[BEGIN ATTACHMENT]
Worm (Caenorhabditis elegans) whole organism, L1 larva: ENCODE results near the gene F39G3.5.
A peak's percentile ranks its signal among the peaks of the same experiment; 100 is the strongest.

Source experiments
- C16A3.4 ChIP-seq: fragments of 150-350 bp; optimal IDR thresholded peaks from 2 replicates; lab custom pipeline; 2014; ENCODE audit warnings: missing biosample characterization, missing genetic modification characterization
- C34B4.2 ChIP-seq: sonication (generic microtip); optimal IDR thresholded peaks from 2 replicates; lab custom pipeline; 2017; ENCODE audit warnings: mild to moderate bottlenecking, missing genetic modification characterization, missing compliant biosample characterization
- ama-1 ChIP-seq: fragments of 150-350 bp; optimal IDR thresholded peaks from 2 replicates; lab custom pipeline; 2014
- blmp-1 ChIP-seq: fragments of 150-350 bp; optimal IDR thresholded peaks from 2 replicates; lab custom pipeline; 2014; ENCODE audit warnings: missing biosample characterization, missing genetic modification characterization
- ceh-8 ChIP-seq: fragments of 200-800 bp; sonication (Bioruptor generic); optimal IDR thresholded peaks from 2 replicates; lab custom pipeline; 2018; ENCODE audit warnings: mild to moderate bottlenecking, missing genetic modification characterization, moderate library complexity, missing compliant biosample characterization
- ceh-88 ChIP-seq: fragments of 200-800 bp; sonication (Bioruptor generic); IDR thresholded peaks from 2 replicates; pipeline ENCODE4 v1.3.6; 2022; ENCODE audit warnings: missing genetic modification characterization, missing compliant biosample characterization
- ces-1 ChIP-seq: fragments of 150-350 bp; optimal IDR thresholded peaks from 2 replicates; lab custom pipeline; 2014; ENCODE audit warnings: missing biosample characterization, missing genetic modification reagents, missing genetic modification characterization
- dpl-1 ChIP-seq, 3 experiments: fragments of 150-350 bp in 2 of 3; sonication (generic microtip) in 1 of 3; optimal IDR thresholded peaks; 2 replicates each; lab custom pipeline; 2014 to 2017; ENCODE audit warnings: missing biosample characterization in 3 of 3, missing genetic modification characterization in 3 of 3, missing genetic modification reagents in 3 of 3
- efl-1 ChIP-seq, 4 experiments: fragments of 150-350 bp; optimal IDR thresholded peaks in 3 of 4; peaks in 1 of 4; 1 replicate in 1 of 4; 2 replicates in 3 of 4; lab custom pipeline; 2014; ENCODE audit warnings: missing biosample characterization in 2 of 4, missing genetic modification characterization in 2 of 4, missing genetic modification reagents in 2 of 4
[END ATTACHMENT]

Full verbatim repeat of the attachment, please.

Worm (Caenorhabditis elegans) whole organism, L1 larva: ENCODE results near the gene F39G3.5.
A peak's percentile ranks its signal among the peaks of the same experiment; 100 is the strongest.

Source experiments
- C16A3.4 ChIP-seq: fragments of 150-350 bp; optimal IDR thresholded peaks from 2 replicates; lab custom pipeline; 2014; ENCODE audit warnings: missing biosample characterization, missing genetic modification characterization
- C34B4.2 ChIP-seq: sonication (generic microtip); optimal IDR thresholded peaks from 2 replicates; lab custom pipeline; 2017; ENCODE audit warnings: mild to moderate bottlenecking, missing genetic modification characterization, missing compliant biosample characterization
- ama-1 ChIP-seq: fragments of 150-350 bp; optimal IDR thresholded peaks from 2 replicates; lab custom pipeline; 2014
- blmp-1 ChIP-seq: fragments of 150-350 bp; optimal IDR thresholded peaks from 2 replicates; lab custom pipeline; 2014; ENCODE audit warnings: missing biosample characterization, missing genetic modification characterization
- ceh-8 ChIP-seq: fragments of 200-800 bp; sonication (Bioruptor generic); optimal IDR thresholded peaks from 2 replicates; lab custom pipeline; 2018; ENCODE audit warnings: mild to moderate bottlenecking, missing genetic modification characterization, moderate library complexity, missing compliant biosample characterization
- ceh-88 ChIP-seq: fragments of 200-800 bp; sonication (Bioruptor generic); IDR thresholded peaks from 2 replicates; pipeline ENCODE4 v1.3.6; 2022; ENCODE audit warnings: missing genetic modification characterization, missing compliant biosample characterization
- ces-1 ChIP-seq: fragments of 150-350 bp; optimal IDR thresholded peaks from 2 replicates; lab custom pipeline; 2014; ENCODE audit warnings: missing biosample characterization, missing genetic modification reagents, missing genetic modification characterization
- dpl-1 ChIP-seq, 3 experiments: fragments of 150-350 bp in 2 of 3; sonication (generic microtip) in 1 of 3; optimal IDR thresholded peaks; 2 replicates each; lab custom pipeline; 2014 to 2017; ENCODE audit warnings: missing biosample characterization in 3 of 3, missing genetic modification characterization in 3 of 3, missing genetic modification reagents in 3 of 3
- efl-1 ChIP-seq, 4 experiments: fragments of 150-350 bp; optimal IDR thresholded peaks in 3 of 4; peaks in 1 of 4; 1 replicate in 1 of 4; 2 replicates in 3 of 4; lab custom pipeline; 2014; ENCODE audit warnings: missing biosample characterization in 2 of 4, missing genetic modification characterization in 2 of 4, missing genetic modification reagents in 2 of 4